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Texas Independence Trail Region

Participant in the Texas Historical Commission's
Texas Heritage Trails Program

Painted Churches


Texas in the 19th century experienced an era of expansion unlike the countryside had ever seen before. Although Spanish colonial and Mexican forces made the road to statehood difficult, their influences were now part of the Texas narrative and here to stay. Alongside early Anglo and Hispanic settlers already established in the region, a new wave of European arrivals began to make their mark across Texas including large numbers of Germans and Czechoslovakians. Not only did these new Texans bring their own languages and cultural preferences, they also brought their own architectural styles and designs. Fortunately, many examples survive today including a unique collection of community worship centers known now as the Painted Churches.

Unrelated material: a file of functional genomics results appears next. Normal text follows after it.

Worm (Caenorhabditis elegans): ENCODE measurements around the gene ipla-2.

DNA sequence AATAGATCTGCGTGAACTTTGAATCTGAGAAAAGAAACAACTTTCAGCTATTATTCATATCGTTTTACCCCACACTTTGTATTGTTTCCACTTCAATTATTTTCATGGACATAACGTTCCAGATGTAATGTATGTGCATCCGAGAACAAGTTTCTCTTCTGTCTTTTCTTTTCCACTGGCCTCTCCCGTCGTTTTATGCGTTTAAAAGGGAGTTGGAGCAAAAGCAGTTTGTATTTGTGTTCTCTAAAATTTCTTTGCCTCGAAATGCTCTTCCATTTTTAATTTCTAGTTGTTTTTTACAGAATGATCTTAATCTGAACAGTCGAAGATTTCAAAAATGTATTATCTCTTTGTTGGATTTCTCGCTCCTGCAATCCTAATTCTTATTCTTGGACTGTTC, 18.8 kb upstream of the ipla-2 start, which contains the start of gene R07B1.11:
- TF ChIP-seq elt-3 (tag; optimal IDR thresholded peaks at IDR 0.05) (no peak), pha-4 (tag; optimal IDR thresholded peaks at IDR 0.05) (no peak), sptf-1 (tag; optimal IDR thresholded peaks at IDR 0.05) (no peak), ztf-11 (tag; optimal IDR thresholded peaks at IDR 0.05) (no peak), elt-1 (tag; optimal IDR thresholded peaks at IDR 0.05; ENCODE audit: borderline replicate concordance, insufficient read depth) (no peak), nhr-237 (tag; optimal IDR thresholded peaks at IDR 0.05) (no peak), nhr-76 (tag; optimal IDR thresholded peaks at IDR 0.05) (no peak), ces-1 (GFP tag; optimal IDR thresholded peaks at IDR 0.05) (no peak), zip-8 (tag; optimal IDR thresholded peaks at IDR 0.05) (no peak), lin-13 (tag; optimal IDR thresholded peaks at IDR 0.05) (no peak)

Although predominately Gothic Revival in design, the churches vary in denomination with Catholicism and Protestantism both weighing in among these architectural beauties. Their distinction lies in the interior ornamentation, distinguished by decorative painting techniques covering walls, ceilings, arches, and altars. The techniques vary although all are bright, colorful, and were applied by hand.  Stenciling, such as the designs seen inside Saints Cyril and Methodius Church in Dubina, is a process utilizing templates to create small repeated patterns. The pink interior of St. John the Baptist Catholic Church in Ammansville features the shading effect achieved by a variation of stenciling called “infill”. Should a church have someone in the parish who excelled in artistry, a freehand technique could be employed like the designs at St. Mary’s Church of the Assumption in Praha. St. Mary’s features work by both professional artist Gottfried Flury and part-time artist Father Netardus, pastor of St. Mary’s in 1901. A technique called marbling, of which excellent examples may be seen in Nativity of Mary, Blessed Virgin Catholic Church in High Hill north of Schulenberg, requires a special skill in order to reproduce the appearance of marble on plain stone or plaster. Fifteen of over twenty of these Painted Churches have been listed on the National Register of Historic Places, making sure their decorative heritage survives the new century. The Schulenburg Chamber of Commerce sponsors a tour of the area’s Painted Churches but, should you decide to tour them on your own, be aware that all of the churches continue to have active worship services. 
 


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